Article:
Evaluation: Those who are following the BBC television series “Strike” based on the Cormoran Strike novels, will be delighted that this book focuses so much on the personal relationships of Robin and Cormoran. The unraveling of the mystery and crimes committed was almost secondary, but well constructed; the solutions caught me completely by surprise, as usual. I can’t wait for the next installment! ( )
  nbmars | Jan 16, 2019 |
Review of the Audible Audio edition narrated by Robert Glenister

I caught up with this entire series in only the past few months as they became quite addictive as audiobooks with the excellent narration by Robert Glenister. This latest is now the magnum opus of the series at approx. 700 pages in paper or 22+ hours on audio but it was still entertaining throughout. Both Strike and Ellacott have crises in their personal lives here which up the stakes somewhat.

Trivia humour
Listening to the audio on the road and sometimes only half hearing things at points, for the first several chapters I kept wondering who was "Henry Gibson" and why was something called "RossMuss Home" being quoted as an epigraph for every chapter. It was only at a quiet driving moment that I realized that they were quotes from Henrik Ibsen's "Rosmersholm." ( )
  alanteder | Jan 10, 2019 |
I was disappointed in this, the 4th book of the Cormoran Strike series. It was a complex plot which normally is welcomed by this reader. For some reason, though, it dragged a bit. The relationship between Cormoran and Robin continues to evolve, and that aspect kept me engaged. I will keep an open mind until the 5th book. ( )
  hemlokgang | Jan 9, 2019 |
Cormoran Strike and his partner,Robin Ellicot, are trying to figure out the blackmail of a British minister. Then the man is murdered. ( )
  lilibrarian | Jan 7, 2019 |
Probably not the best of the series, but a pleasure to read. ( )
  sberson | Dec 24, 2018 |
Showing 1-5 of 44 (next | show all)
no reviews | add a review
You must log in to edit Common Knowledge data.
For more help see the Common Knowledge help page.
Series (with order)
Canonical title
Original title
Information from the Finnish Common Knowledge. Edit to localize it to your language.
Alternative titles
Original publication date
Important places
Important events
Related movies
Awards and honors
To Di and Roger,
and in memory
of the lovely white Spike
First words
If only the swans would swim side by side on the dark green lake, this picture might turn out to be the crowning achievement of the wedding photographer's career.
Last words
(Click to show. Warning: May contain spoilers.)
Disambiguation notice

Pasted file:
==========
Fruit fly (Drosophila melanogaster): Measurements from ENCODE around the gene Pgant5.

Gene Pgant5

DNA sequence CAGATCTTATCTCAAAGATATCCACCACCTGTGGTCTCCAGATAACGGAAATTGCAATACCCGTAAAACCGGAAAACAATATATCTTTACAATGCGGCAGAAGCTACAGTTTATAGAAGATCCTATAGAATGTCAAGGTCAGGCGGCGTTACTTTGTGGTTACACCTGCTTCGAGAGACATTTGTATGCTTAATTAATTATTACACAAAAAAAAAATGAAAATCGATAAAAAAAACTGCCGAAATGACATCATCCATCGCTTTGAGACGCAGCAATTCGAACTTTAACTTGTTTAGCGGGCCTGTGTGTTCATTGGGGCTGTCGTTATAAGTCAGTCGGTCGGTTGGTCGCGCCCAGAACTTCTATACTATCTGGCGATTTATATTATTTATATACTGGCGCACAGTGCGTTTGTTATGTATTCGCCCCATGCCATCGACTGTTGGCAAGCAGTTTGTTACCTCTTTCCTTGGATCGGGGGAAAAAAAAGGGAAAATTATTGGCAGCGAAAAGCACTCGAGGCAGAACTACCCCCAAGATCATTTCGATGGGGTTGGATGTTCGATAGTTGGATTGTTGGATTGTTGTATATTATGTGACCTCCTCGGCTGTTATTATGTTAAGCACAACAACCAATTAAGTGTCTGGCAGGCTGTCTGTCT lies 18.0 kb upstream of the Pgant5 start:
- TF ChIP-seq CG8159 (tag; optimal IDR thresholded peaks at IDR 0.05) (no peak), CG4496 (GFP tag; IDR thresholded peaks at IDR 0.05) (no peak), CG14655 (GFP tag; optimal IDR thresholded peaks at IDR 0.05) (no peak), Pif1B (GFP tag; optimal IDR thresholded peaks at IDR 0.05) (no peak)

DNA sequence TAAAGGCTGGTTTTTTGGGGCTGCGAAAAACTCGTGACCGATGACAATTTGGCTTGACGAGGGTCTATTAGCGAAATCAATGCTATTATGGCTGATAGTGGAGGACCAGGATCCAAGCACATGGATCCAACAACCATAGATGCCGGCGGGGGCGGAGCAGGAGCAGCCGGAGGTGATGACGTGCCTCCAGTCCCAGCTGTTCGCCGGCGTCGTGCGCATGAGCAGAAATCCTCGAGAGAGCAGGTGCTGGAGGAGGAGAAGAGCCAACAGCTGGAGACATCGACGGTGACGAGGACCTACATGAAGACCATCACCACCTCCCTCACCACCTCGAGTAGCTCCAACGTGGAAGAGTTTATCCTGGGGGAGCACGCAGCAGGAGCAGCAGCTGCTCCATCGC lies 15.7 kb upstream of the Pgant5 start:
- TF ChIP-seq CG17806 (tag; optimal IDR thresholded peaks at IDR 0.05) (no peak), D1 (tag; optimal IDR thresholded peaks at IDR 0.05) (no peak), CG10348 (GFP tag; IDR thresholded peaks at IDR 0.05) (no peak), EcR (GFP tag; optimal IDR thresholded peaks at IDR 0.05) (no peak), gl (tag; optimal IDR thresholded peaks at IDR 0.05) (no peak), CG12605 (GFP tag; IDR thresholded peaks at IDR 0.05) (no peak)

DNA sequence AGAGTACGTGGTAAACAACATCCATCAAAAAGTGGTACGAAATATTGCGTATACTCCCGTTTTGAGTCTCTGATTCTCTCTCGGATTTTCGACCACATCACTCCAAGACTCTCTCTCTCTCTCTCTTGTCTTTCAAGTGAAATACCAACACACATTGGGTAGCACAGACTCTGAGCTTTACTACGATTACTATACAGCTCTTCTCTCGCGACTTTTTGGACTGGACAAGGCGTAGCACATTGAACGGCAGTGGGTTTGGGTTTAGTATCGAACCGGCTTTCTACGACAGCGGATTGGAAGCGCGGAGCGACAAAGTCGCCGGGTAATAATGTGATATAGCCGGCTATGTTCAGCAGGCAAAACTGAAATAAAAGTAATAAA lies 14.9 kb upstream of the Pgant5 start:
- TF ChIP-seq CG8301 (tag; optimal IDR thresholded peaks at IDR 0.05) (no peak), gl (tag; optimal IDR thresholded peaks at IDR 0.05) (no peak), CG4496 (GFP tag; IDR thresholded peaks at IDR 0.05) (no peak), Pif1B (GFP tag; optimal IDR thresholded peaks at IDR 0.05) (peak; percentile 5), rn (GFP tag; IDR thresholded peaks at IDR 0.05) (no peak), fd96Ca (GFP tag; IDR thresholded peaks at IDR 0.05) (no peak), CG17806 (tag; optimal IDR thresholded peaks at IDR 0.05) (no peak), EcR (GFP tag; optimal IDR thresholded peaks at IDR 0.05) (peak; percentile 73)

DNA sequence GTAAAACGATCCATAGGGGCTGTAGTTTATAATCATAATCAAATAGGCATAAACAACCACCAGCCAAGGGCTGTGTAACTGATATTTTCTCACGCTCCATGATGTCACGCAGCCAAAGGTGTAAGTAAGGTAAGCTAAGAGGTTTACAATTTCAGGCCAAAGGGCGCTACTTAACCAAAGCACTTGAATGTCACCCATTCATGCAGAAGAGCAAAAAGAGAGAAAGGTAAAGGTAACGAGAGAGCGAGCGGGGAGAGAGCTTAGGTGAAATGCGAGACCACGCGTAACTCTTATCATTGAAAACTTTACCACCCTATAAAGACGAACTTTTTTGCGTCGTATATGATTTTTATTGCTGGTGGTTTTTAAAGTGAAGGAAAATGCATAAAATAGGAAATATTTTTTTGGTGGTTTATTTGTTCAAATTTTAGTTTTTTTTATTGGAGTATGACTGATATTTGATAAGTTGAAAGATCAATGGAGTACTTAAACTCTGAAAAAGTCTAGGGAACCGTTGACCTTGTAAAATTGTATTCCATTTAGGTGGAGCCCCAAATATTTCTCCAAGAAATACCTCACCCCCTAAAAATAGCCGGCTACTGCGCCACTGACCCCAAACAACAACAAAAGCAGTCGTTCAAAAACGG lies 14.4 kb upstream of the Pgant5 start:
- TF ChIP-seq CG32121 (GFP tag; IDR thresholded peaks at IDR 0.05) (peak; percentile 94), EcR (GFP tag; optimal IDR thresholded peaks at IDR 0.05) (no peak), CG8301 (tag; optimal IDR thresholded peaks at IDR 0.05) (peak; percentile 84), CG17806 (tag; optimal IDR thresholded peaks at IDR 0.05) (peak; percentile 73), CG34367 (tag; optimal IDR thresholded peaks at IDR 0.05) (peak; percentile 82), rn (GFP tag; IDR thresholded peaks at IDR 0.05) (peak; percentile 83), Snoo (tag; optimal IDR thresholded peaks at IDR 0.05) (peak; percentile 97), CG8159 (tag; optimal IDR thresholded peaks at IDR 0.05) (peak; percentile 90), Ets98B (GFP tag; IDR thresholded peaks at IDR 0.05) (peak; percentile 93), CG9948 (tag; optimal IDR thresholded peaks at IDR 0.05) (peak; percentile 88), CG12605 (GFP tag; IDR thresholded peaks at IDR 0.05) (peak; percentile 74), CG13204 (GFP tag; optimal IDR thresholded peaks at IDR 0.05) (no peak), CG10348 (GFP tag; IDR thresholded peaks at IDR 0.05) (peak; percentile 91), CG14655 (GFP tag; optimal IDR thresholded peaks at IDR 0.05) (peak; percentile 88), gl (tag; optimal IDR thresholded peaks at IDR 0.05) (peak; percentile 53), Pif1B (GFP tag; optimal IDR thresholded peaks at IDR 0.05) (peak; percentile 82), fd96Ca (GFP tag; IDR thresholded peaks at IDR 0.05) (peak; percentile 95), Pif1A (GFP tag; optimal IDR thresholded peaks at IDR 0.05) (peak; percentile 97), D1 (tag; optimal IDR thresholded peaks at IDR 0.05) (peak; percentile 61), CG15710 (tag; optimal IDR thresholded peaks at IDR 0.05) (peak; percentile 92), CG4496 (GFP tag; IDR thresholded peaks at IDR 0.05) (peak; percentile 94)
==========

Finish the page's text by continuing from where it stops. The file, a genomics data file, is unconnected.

Publisher's editors
Publisher series
Original language
Canonical DDC/MDS

References to this work on external resources.

Wikipedia in English


Book description
"I seen a kid killed... He strangled it, up by the horse."

When Billy, a troubled young man, comes to private eye Cormoran Strike's office to ask for his help investigating a crime he thinks he witnessed as a child, Strike is left deeply unsettled. While Billy is obviously mentally distressed, and cannot remember many concrete details, there is something sincere about him and his story. But before Strike can question him further, Billy bolts from his office in a panic.

Trying to get to the bottom of Billy's story, Strike and Robin Ellacott - once his assistant, now a partner in the agency - set off on a twisting trail that leads them through the backstreets of London, into a secretive inner sanctum within Parliament, and to a beautiful but sinister manor house deep in the countryside.

And during this labyrinthine investigation, Strike's own life is far from straightforward: his newfound fame as a private eye means he can no longer operate behind the scenes as he once did. Plus, his relationship with his former assistant is more fraught than it ever has been - Robin is now invaluable to Strike in the business, but their personal relationship is much, much trickier than that.
Haiku summary
A decades-old crime
Blackmail in House of Commons
A dead minister

No descriptions found.

(see all 2 descriptions)

No library descriptions found.

Quick Links

Popular covers


Average: (4.06)
1 1
2 2
2.5 5
3 30
3.5 22
4 107
4.5 28
5 57

Is this you?

Become a LibraryThing Author.


About | Contact | Privacy/Terms | Help/FAQs | Blog | Store | APIs | TinyCat | Legacy Libraries | Early Reviewers | Common Knowledge | 131,654,072 books! | Top bar: Always visible